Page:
As Jesus came down from the mountain with Peter, James, John and approached the other disciples, they saw a large crowd around them and scribes arguing with them. Immediately on seeing him, the whole crowd was utterly amazed. They ran up to him and greeted him. He asked them, “What are you arguing about with them?” Someone from the crowd answered him, “Teacher, I have brought to you my son possessed by a mute spirit. Wherever it seizes him, it throws him down; he foams at the mouth, grinds his teeth, and becomes rigid. I asked your disciples to drive it out, but they were unable to do so.” He said to them in reply, “O faithless generation, how long will I be with you? How long will I endure you? Bring him to me.” They brought the boy to him. And when he saw him, the spirit immediately threw the boy into convulsions. As he fell to the ground, he began to roll around and foam at the mouth. Then he questioned his father, “How long has this been happening to him?” He replied, “Since childhood. It has often thrown him into fire and into water to kill him. But if you can do anything, have compassion on us and help us.” Jesus said to him, “‘If you can!’ Everything is possible to one who has faith.” Then the boy’s father cried out, “I do believe, help my unbelief!” Jesus, on seeing a crowd rapidly gathering, rebuked the unclean spirit and said to it, “Mute and deaf spirit, I command you: come out of him and never enter him again!” Shouting and throwing the boy into convulsions, it came out. He became like a corpse, which caused many to say, “He is dead!” But Jesus took him by the hand, raised him, and he stood up. When he entered the house, his disciples asked him in private, “Why could we not drive the spirit out?” He said to them, “This kind can only come out through prayer.”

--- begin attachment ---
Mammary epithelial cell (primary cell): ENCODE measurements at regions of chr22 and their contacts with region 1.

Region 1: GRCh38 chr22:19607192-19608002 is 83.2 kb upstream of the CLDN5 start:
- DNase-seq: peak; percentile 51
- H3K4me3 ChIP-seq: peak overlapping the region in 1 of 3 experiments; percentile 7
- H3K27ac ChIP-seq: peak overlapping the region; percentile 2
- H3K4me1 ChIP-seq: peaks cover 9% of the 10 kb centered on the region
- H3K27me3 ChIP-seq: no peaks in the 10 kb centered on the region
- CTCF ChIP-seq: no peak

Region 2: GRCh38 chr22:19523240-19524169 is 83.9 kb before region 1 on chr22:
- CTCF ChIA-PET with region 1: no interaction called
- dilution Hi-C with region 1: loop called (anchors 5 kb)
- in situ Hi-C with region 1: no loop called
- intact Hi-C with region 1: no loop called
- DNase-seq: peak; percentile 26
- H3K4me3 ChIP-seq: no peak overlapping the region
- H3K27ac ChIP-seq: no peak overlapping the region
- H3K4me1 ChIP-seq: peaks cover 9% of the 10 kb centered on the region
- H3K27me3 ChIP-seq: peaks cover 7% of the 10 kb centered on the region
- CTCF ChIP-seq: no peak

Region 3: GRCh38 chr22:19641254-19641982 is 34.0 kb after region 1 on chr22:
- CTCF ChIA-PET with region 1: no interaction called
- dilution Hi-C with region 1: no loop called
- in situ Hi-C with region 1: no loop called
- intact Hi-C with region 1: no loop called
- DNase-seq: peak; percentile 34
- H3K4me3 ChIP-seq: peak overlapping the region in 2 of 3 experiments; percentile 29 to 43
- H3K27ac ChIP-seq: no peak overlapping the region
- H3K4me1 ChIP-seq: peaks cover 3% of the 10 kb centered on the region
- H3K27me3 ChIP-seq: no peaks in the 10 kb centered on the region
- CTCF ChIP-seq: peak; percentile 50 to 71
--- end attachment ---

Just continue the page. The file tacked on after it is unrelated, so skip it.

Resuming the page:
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Reflection:
How strong is your faith in Jesus?

In the gospel, a boy was possessed by an evil spirit, his father asked the disciples for help but they were unable to drive it out. Then the father saw Jesus who just came from the mountain. The father asked for help, he told Jesus: “I asked your disciples to drive it out, but they were unable to do so.”

 Jesus said to them in reply, “O faithless generation, how long will I be with you? How long will I endure you? Jesus was quite exasperated with his disciples because they were not able to drive out the evil spirit.

Jesus was also frustrated with the Father because he told him: “If you can do anything, have compassion on us and help us.” Jesus said to him, “‘If you can!’ Everything is possible to one who has faith.” Then the boy’s father cried out, “I do believe, help my unbelief!”

Jesus was frustrated with both the disciples and the father of the boy the reason behind was their lack of faith! If only the disciples had faith they could have easily drove out the evil spirit but they had weak faith.

Are we not like the father and the disciples once in a while? We petition God to grant us our prayers yet we easily get impatient when He doesn’t reply immediately. And the reason for this impatience is our lack of faith.